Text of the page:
Guildford Cathedral claims to be "the only cathedral to be built on a new site in the southern Province of England since the Reformation". Guildford was made a diocese in its own right in 1927, and work on its new cathedral, designed by Sir Edward Maufe, began nine years later. It was interrupted by the Second World War, and the building wasn't consecrated until 1961.
It stands in a commanding spot on Stag Hill - so named because the Kings of England used to hunt here - and its solid red brick outline is visible for miles around; it immediately overlooks the University of Surrey beneath it. Its bricks are made from clay taken from the hill on which it stands.
The tower is 160 feet high, and contains ten bells, cast by the Whitechapel Bell Foundry, which is best known for creating the original Liberty Bell, and Big Ben for the famous clock tower in Westminster, London.
At the top of the tower stands a 15 foot gilded angel, which turns in the wind. Inside, the cathedral appears to be filled with light, with pale Somerset sandstone pillars and white Italian marble floors.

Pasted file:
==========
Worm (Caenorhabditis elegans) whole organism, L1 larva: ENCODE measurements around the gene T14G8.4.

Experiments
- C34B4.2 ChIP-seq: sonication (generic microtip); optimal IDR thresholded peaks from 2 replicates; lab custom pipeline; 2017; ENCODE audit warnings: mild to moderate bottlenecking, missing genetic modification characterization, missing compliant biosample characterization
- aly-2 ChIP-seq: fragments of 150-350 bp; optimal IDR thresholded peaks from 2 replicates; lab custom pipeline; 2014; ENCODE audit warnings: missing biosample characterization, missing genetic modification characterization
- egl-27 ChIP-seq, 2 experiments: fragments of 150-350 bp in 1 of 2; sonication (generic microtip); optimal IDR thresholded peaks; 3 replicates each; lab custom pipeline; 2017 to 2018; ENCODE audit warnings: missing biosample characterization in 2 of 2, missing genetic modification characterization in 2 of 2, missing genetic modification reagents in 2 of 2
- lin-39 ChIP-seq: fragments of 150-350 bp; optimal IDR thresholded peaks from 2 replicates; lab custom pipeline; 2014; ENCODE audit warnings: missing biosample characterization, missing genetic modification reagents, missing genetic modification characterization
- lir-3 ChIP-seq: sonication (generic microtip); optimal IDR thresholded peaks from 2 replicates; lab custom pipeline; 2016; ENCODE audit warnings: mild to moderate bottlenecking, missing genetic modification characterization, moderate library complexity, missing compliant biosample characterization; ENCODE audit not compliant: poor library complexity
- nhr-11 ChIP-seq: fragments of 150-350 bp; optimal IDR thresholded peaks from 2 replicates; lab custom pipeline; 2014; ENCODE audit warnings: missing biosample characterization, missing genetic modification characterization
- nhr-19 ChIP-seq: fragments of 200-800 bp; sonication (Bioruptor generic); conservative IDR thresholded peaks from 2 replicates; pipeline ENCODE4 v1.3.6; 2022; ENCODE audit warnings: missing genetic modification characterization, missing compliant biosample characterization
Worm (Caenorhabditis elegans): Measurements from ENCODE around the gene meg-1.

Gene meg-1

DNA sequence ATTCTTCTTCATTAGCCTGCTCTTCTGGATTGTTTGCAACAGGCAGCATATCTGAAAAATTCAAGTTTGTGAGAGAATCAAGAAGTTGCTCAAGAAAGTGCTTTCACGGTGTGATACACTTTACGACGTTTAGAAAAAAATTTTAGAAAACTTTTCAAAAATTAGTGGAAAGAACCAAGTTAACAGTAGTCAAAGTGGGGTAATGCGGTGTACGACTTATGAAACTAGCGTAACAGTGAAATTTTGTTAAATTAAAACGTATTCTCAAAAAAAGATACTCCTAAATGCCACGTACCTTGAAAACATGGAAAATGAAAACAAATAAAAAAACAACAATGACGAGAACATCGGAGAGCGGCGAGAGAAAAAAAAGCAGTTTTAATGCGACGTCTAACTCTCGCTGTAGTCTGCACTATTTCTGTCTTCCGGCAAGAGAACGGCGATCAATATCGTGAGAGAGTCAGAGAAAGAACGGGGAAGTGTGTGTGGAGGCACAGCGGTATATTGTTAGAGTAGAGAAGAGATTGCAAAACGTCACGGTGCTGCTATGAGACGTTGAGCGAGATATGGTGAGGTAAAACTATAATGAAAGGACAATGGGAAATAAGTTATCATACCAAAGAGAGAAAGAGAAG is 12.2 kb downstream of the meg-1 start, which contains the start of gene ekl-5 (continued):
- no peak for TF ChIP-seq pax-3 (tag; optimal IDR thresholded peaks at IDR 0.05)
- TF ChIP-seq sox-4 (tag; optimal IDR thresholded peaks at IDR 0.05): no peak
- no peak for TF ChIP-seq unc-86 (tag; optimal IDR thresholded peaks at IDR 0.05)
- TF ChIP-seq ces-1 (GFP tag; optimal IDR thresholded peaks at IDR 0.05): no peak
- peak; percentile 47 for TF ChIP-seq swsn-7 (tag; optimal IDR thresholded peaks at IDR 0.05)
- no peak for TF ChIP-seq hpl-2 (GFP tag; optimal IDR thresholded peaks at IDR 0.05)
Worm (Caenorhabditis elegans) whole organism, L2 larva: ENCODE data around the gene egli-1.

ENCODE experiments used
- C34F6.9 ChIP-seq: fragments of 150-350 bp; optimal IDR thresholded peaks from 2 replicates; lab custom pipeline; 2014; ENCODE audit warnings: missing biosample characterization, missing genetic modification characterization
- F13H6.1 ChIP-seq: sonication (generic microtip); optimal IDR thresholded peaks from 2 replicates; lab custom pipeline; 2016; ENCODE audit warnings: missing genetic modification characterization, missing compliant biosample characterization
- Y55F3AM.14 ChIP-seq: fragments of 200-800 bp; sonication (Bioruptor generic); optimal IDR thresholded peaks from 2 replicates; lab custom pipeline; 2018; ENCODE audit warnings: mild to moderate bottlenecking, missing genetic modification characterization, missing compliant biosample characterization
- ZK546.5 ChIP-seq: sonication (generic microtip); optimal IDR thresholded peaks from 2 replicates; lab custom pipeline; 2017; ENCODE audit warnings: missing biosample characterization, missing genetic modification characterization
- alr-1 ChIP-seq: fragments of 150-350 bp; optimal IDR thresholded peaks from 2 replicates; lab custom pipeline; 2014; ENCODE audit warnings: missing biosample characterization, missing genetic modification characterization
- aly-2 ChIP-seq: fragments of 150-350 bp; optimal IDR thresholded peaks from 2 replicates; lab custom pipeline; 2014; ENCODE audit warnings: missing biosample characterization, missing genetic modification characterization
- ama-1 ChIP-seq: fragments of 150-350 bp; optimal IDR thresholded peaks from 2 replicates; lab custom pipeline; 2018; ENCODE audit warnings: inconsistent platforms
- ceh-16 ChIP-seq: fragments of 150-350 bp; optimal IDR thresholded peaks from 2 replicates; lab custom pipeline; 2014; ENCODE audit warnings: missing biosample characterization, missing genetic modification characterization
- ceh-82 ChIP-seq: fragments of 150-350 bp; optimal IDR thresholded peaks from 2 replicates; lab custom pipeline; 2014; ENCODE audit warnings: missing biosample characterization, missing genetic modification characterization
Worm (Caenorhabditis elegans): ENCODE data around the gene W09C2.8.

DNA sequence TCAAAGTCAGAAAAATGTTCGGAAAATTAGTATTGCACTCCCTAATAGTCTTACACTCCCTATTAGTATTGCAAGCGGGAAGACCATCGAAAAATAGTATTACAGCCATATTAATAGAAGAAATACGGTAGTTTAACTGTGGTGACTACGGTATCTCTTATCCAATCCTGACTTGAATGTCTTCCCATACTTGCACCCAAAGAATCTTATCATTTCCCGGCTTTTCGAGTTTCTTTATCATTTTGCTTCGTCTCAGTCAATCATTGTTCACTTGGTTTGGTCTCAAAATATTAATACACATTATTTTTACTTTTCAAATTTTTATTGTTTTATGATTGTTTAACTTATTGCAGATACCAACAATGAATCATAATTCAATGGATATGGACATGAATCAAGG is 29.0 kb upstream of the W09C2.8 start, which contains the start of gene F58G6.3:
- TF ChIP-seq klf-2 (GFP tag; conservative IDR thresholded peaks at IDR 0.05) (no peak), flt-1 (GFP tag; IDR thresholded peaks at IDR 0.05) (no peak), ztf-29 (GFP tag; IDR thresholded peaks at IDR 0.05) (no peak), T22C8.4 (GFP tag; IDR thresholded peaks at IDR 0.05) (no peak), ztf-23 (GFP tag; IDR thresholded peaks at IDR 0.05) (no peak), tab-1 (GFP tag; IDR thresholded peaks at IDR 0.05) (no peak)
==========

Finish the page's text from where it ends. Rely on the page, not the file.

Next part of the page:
Writing in 1932, Sir Edward Maufe said: ‘The ideal has been to produce a design, definitely of our own time, yet in the line of the great English Cathedrals; to build anew on tradition, to rely on proportion, mass, volume and line rather than on elaboration and ornament.'
Pevsner described the building as 'sweet-tempered, undramatic Curvilinear Gothic', and that the interior was 'noble and subtle.'
The classic horror film The Omen was filmed there, the golden wind-vane on top of the cathedral added specifically for the film. The members of the church liked it so much they requested for it to become a permanent feature.
- Official website (http://www.guildford-cathedral.org/)